I stood up for myself and other growers by refusing to sign that pay-cut contract and speaking out to our leaders in Washington that it is time to end the abusive practices against growers by these monolithic corporations.
After two years of fighting for poultry contact reform and transparency in the industry and against these monolithic corporations and even our government; I have learned that as family farmers and American citizens, we need to take control of our food chain supply. We need to work together to make sure that the future of locally sourced and sustainable food is available to all Americans. Next to people, food is the most important resource this country has and farmers are the backbone of America. Without the American family farmer, this country will collapse.
As a female farmer I’m asking you to get involved and support those men and women who work 24 hours a day every day of every year, year after year. I’m asking you to support farmers who work come hell or high water, rain or shine, drought, heat wave, or hurricane. Work with us and for us so that we, the American Family Farmer, can continue to make sure that your table is always overflowing with the most beautiful, healthy, affordable food that the family farmer can grow for you.
Get involved in the great American food fight. Your life and the life of your family might depend on it.
Paula BolesNorth Carolina
As a proud, hardworking, independent farmer with experience growing a variety of livestock and produce over the years, we were interested in a business that could provide a supplemental income through our retirement years. The integrator’s presentation made it seem like the perfect plan—but it couldn’t have been more perfectly wrong! Read More
It wasn’t so much what they did tell us, but all of the things they didn’t tell us, that pushed us down a path which nearly bankrupted us. Once we were able to crawl away from the atrocities of the CAFO system, we began the process of converting the chicken houses to greenhouses. It’s been a long, difficult road, but we are so thankful to have transitioned to a cleaner life on the farm and hope to increase the business and sustainability of the farm.
For a small independent farmer with only two poultry houses, we didn’t think canceling our contract would make any difference to the billion-dollar industry, but I believe if enough independent farmers like us are able to walk away from them, it will eventually have an impact on the industry. Farmers are hardworking folks and are stronger in numbers and hopefully as we band together, we can draw attention to the unjust treatment by CAFOs and to help pave the way for others to follow.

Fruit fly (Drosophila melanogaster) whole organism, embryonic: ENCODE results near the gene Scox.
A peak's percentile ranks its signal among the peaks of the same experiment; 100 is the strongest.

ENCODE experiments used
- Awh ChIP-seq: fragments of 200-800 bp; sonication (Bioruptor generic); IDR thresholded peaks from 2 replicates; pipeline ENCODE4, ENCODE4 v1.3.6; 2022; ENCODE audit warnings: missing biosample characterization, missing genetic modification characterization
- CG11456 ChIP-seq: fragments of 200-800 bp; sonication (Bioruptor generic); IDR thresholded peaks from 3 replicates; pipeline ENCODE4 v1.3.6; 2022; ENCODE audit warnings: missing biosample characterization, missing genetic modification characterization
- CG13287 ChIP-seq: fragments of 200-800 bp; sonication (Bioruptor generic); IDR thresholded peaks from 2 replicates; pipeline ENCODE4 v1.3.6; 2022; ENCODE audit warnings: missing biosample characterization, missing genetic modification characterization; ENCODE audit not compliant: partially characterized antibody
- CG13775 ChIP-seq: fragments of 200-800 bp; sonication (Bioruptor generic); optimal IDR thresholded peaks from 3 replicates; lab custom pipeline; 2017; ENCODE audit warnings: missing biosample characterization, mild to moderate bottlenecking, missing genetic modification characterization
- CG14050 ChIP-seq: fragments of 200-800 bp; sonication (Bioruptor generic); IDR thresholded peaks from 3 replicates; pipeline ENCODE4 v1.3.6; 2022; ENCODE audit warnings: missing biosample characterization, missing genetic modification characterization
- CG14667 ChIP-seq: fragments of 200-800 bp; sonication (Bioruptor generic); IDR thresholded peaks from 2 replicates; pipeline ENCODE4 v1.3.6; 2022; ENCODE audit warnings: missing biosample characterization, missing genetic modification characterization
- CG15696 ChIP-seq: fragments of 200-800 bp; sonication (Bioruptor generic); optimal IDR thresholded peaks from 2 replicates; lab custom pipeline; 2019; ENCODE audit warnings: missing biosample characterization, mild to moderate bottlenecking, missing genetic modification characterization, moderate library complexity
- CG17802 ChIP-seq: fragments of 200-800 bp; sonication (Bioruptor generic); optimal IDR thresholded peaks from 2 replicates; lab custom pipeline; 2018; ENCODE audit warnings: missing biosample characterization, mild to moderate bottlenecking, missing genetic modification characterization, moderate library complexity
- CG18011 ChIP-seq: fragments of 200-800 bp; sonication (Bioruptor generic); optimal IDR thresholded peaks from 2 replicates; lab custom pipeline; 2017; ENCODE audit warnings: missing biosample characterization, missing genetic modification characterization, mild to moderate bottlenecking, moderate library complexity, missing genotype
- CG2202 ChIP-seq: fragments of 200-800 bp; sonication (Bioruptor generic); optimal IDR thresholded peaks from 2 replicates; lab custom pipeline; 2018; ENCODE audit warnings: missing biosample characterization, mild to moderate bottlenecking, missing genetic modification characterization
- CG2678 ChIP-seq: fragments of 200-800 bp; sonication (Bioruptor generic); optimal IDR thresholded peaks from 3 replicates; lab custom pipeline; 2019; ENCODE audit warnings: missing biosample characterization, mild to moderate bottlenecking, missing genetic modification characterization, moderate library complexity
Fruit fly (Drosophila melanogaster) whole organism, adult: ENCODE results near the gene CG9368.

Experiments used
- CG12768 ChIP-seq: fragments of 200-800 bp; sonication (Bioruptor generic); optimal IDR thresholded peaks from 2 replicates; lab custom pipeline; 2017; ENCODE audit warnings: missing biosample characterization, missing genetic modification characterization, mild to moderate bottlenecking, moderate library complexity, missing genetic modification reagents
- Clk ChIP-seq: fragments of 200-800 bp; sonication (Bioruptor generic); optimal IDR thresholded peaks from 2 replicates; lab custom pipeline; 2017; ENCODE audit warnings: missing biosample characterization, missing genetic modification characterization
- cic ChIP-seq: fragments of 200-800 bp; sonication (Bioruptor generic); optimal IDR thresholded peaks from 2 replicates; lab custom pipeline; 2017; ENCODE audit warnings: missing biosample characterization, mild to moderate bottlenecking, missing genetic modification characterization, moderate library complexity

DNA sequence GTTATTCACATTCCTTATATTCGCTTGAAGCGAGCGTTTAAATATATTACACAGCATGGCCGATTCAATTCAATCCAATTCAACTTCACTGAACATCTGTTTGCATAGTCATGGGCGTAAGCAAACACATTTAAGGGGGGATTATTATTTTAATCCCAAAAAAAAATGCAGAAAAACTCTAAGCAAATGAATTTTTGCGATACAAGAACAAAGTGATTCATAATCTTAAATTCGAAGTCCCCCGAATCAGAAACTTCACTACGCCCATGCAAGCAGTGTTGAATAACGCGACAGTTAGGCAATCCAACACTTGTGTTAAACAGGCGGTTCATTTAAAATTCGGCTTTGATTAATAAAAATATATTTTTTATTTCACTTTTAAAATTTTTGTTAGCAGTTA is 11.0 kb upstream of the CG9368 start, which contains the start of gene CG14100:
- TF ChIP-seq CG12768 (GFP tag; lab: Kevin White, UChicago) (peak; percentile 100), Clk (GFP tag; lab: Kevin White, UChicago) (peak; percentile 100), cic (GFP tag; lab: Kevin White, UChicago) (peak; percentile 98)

Reid PhiferNorth Carolina
My name is Reid Phifer, and I contracted with Cuddy Foods to grow heavy Tom turkeys in early 1986. Once I signed THEIR contract, I immediately saw differences in what they said my income would be versus my actual income. Read More
Julie SanchezDevelopment Coordinator
Julie is a Colorado native and SRAP's Development Coordinator. She has a background in international studies, graduating with a B.A. in International Studies from the University of Colorado at Denver. Julie has experience working in the legal field, serving as a Judicial Assistant for a district court judge. Read More
Current Contract Growers
If you are a contract grower struggling in the system, contact us. We might be able to help or refer you to experts for guidance on:
- Rights under the Packers and Stockyards Act
- Contract issues
- Loan Issues
- Legal referrals
- Transitioning your operation to other types of farming.
Here are some other useful resources
Can you help us by taking a quick survey?
We created these surveys to help us understand the experiences of current, former, and potential future contract farmers in order to better serve their needs. The surveys are completely anonymous, and no personal information will be collected.